With apologies for the lazy language...since there can be multiple
numbers in the encryption space that map back to the same plain text
number, can I simply think of this as a way that one of the encryption
values is 'selected' during the encrypt process?

Taking my simple example, if I encrypt E() and decrypt D() the following
to test the homomorphic properties:

E(5 + 7) mod N = 208
D(E(5) * E(7) mod N^2) = D(19)

hmm, but D(19) = D(208) = 12 so we are all good.

Regards,
Tim (hoping to get to some PIR soon!)

On 21/09/16 13:25, Ellison Anne Williams wrote:
> Ah, the math-magic of semantic encryption... :) (re: random zeta)
> 
> We can certainly walk through the proof of the semantic encryption (the
> random zeta) as it is quite mathematically beautiful, but it will take us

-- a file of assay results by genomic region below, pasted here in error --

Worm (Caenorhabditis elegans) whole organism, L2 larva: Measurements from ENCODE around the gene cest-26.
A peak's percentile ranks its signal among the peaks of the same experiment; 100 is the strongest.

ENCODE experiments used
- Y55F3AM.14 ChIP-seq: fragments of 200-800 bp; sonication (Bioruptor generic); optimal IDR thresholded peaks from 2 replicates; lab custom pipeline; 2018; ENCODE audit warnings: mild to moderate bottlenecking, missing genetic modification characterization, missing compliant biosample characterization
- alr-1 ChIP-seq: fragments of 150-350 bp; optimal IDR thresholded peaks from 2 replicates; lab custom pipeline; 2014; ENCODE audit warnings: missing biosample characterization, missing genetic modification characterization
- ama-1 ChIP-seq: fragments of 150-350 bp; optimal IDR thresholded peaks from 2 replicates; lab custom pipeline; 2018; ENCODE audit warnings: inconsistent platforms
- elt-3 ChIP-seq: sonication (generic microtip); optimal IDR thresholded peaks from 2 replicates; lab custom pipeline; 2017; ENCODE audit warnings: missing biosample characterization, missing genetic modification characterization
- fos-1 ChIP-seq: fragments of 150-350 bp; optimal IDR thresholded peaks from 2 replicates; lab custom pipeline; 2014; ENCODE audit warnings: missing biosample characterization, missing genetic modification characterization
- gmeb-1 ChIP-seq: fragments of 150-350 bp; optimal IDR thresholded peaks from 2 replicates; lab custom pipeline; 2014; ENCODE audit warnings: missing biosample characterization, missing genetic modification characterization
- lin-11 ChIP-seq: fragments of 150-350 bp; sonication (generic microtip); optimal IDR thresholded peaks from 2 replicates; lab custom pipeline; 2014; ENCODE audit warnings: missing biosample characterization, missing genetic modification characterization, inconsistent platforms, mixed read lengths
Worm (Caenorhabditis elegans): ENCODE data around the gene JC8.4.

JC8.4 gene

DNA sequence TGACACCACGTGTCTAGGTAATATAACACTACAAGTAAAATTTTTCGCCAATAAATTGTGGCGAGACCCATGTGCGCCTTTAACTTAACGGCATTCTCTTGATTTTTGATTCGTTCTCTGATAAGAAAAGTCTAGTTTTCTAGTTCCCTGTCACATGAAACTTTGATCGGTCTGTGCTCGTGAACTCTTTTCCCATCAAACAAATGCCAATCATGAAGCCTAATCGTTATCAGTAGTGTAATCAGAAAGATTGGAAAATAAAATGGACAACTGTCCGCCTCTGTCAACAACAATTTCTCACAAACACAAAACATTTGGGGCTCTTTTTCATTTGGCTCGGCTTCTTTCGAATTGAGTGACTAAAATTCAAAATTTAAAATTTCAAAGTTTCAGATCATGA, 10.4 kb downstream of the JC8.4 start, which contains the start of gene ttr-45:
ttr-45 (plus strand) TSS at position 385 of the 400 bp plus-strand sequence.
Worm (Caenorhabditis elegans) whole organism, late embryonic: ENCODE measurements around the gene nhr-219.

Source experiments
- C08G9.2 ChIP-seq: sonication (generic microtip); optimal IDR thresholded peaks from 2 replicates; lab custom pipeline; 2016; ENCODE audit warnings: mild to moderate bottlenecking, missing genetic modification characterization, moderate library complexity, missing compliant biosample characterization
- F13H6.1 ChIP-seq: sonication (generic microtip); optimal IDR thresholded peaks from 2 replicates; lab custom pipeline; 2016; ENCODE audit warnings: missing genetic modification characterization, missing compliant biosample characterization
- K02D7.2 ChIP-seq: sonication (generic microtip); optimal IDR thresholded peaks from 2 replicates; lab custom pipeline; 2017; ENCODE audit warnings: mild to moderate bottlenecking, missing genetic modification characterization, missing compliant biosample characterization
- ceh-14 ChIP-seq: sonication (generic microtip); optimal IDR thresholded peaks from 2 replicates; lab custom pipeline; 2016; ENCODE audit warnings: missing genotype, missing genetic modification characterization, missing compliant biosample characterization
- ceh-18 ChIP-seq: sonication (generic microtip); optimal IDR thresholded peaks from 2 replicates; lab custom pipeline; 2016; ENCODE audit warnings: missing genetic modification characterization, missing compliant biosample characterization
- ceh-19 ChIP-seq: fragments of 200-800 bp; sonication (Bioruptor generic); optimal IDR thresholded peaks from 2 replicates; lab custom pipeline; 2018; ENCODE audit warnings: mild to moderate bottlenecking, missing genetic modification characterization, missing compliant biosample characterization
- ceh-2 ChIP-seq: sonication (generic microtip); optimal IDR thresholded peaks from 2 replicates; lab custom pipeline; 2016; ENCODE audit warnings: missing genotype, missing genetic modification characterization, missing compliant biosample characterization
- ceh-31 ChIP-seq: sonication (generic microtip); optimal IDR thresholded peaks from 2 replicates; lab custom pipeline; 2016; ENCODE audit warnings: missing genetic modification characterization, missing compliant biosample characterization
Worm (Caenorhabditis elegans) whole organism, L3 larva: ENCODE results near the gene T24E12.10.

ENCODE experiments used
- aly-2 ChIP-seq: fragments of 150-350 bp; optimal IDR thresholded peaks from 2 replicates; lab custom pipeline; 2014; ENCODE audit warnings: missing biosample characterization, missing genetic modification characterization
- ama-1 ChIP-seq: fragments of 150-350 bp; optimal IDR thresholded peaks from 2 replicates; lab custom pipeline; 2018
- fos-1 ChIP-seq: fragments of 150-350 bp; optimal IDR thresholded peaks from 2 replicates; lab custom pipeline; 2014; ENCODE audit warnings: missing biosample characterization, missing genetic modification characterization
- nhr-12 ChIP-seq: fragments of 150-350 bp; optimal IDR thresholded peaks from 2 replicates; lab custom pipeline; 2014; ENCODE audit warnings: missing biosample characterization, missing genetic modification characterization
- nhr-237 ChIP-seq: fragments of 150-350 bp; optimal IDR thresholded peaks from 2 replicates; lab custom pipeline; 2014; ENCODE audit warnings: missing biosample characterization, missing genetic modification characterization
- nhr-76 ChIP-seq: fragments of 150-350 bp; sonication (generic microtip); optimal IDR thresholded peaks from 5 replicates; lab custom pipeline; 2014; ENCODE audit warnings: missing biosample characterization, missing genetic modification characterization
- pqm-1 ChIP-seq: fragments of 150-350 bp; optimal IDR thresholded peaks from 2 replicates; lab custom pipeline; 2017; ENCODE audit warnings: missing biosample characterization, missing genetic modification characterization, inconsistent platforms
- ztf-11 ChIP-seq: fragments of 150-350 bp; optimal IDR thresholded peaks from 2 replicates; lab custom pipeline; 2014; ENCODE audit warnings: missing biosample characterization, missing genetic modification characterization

> even further down the algebraic path.
> 
> On Wed, Sep 21, 2016 at 8:19 AM, Tim Ellison <t.p.elli...@gmail.com> wrote:
> 
>> On 19/09/16 18:36, Walter Ray-Dulany wrote:
>> <snip/>
>>> Let's see what we've got.
>>>
>>> ( (16**12)*(7**15) ) mod 225 = 208.
>>>
>>> I will leave it as an exercise to check that the decryption of 208 is in
>>> fact 12.
>>
>> I like a challenge :-)
>>
>> So we got to p=3, q=5, and my encrypted value c=208.
>>
>> Following the Wideskies Pallier decryption algorithm,
>> Step (2):
>> N = p * q
>>   = 15
>>
>> lambda(N) = lcm(p-1,q-1)
>>           = 4
>>
>> Step (3):
>> mu = lambda(N) modinverse N
>>    = 4
>>
>> Step (4):
>> c' = c^lambda(N) mod N^2
>>    = 208^4 mod 225
>>    = 46
>>
>> Step(5):
>> m' = L(c')
>>    = ((c' - 1) / N) mod N
>>    = (45 / 15) mod 15
>>    = 3
>>
>> Step(6):
>> m = (m' * mu) mod N
>>   = 12
>>
>> yay!
>>
>> The fog is slowly clearing, though I'm totally baffled about how I can
>> pick a random zeta during encryption, and it plays no part in the
>> decryption.
>>
>> Regards,
>> Tim
>>
> 

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